My feedback on my mid-semester video was to find a continuous strumming pattern. At first I thought that although there was a slight pause, my strumming pattern was continuous. It wasn’t until I looked at the video with this in mind and realized there was a noticeable pause.
After that I went in search of new strumming patterns that were more continuous. I came across the “island strum” which is down, down, up, up, down, up. Before I used the strumming pattern of down down, PAUSE, up, down, up. In theory this strumming change was minor, as it only added an up strum where the pause was. However, in practice it felt as though I was starting all over again. I had to relearn the rhythm to find when I could match a word with a strum. Even still with weeks of practicing under my belt I still stumble sometimes because its a lot the be thinking of for such a long period of time. I have to focus on the words, the cords, and the strumming pattern, which are all different, at the same time. I find more and more that memorizing the words has aided me so I don’t have to focus on what I am singing as much. At first especially, I found I was almost singing the strumming pattern while the words seemed to slip out and somehow accompany the tune I was playing. With every day a get a little bit better, my strumming becomes more cohesive, I play faster, and I stumble less. Here is my final video, I am still not perfect as no one is. However, I am proud of what I have accomplished.
The password is: Education (cap sensitive)
Question #9: My greatest professional strength as an educator who will teach music is my ability to stay on the beat and understand rhythm. This is due to my previous experience as a dancer because I always had to make sure I was dancing to the beat of the music. I can use this strength to teach other students how to stay on the beat. I can use my knowledge of dance to creatively integrate rhythm in the classroom in a more expansive way. For example, I could have students make up dances to the rhythm of songs or even show examples of dancers who keep to the beat of the music, as it may be a good visual for some students to understand.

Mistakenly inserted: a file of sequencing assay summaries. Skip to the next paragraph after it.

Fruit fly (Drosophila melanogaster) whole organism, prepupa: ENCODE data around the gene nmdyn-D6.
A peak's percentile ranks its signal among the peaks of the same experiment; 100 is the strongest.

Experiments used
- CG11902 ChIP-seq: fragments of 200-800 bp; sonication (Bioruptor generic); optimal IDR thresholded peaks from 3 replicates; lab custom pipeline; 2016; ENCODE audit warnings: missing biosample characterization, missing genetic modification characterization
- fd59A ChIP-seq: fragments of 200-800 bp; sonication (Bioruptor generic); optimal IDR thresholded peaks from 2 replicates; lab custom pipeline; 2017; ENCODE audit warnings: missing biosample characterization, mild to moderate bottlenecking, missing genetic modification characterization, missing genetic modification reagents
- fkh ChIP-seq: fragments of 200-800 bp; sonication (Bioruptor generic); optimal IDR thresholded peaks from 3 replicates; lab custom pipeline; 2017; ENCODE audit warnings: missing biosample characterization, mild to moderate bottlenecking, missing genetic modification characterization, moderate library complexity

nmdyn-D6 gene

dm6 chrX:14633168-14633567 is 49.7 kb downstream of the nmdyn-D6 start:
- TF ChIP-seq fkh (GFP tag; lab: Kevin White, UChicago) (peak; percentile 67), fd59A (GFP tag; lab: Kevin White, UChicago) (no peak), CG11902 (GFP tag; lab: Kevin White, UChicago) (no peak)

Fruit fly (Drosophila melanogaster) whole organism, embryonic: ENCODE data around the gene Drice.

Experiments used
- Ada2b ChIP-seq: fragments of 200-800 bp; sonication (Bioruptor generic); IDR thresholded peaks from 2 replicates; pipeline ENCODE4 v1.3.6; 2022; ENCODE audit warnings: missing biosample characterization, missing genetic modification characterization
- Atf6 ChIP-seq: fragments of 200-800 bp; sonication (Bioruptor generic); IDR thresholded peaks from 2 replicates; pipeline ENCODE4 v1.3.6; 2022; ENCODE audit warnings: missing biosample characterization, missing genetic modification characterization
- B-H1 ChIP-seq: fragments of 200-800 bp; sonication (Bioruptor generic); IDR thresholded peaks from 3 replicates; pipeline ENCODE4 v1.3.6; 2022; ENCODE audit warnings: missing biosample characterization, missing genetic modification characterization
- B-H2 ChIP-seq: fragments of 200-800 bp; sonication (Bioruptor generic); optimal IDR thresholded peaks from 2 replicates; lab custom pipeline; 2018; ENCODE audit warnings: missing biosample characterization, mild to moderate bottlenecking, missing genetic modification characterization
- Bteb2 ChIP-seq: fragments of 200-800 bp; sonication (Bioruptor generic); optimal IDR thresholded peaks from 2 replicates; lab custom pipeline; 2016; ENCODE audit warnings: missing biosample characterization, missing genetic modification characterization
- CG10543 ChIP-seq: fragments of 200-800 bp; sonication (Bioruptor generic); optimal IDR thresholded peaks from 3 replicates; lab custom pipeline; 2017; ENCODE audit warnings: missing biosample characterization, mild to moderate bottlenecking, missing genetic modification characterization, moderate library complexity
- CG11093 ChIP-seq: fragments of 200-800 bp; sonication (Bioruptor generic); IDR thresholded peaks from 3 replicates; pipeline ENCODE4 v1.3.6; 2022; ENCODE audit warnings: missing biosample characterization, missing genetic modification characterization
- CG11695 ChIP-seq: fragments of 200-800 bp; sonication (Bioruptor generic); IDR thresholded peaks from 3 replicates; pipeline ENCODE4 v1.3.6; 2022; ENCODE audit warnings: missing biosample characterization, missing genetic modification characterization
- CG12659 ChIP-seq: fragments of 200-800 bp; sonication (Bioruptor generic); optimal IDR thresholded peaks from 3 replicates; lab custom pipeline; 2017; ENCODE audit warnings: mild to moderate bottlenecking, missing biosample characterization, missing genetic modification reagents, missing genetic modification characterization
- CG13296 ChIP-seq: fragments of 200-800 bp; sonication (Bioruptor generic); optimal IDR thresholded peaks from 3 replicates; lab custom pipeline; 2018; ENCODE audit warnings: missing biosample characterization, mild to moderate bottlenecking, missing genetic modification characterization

Question #10: When I think about myself as a future educator teaching music, I see myself using some of the songs and activities we learned in class to engage the class in more creative ways. I really enjoyed when we read a picture in class and made a soundboard for it. I always knew music was an important aspect in movies but this was built upon when we had to make up our own music to a static picture or symbol. Another thing I can do to engage students is use a song to hook the class into a topic at the beginning of a unit. For example, before learning about the environment the class could learn an earth day song that teaches about respecting the earth and introduces how to recycle. Likewise, in an earlier class a song about the rainbow can be sung to reinforce which colours are in a rainbow in a way that will stick with the children.
Question #11: My greatest area of growth during this year/course has been in the area of reading to understand notes and note theory. Prior to this class, I had little experience in understanding how notes corresponded with beats and rhythm. Now I am able to read rudimentary sheet music which enables me to know the key that songs are played and sung. This could help me in the classroom by allowing me to find which key to start the song. I can now confidently teach the basics of note theory with phrases like Every Good Boy Deserves Fudge and FACE.